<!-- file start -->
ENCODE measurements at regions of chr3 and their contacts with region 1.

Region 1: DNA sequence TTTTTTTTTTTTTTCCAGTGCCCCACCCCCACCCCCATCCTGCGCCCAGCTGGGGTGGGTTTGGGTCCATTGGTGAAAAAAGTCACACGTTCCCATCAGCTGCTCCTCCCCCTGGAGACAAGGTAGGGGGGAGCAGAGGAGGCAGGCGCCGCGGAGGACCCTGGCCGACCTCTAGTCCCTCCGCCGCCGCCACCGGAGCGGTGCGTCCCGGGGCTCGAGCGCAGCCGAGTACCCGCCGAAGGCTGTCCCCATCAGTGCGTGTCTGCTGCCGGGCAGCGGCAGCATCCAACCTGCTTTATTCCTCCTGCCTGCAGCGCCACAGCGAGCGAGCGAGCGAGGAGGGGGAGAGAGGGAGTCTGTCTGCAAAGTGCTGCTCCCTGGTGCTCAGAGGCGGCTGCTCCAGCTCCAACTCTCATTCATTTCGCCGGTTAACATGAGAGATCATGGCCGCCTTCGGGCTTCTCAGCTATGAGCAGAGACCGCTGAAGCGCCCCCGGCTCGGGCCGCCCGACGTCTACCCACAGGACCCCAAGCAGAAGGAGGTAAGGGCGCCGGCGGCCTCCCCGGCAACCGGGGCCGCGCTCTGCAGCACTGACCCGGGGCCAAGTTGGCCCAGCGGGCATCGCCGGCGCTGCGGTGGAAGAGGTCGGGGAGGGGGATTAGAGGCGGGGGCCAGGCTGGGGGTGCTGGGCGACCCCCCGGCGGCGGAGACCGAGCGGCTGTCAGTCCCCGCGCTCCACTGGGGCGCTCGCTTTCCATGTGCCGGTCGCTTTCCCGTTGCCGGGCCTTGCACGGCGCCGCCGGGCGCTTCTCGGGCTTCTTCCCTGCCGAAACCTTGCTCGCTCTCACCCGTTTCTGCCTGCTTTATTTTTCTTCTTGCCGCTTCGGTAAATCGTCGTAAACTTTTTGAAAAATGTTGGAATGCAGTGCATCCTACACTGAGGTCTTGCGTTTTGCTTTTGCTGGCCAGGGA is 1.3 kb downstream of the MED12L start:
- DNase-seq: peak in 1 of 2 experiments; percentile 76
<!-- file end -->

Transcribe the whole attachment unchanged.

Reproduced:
ENCODE measurements at regions of chr3 and their contacts with region 1.

Region 1: DNA sequence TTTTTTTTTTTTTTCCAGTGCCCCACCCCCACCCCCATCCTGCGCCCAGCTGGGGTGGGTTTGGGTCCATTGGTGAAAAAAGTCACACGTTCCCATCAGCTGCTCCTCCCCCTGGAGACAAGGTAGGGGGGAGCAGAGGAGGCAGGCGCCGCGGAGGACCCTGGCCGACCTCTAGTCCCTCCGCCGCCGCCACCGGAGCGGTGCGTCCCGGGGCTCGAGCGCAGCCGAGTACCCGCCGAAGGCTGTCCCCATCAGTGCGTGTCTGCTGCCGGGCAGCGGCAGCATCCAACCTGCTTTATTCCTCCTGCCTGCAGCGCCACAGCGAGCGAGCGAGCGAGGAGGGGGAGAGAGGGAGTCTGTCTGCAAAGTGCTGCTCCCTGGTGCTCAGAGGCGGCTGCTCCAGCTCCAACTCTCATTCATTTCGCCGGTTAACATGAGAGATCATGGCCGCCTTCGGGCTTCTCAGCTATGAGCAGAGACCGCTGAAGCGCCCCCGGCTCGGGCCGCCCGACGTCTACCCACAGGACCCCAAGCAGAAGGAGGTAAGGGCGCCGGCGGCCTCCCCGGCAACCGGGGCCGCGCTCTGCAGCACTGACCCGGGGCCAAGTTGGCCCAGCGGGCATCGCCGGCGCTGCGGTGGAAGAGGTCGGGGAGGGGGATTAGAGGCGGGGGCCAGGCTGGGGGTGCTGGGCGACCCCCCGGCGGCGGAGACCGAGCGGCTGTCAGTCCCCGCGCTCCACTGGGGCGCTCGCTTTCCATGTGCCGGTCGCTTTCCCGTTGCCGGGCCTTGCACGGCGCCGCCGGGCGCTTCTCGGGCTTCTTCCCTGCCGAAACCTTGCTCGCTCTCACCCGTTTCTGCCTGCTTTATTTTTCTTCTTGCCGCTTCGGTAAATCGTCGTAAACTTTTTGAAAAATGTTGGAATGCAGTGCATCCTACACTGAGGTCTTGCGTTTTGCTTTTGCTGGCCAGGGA is 1.3 kb downstream of the MED12L start:
- DNase-seq: peak in 1 of 2 experiments; percentile 76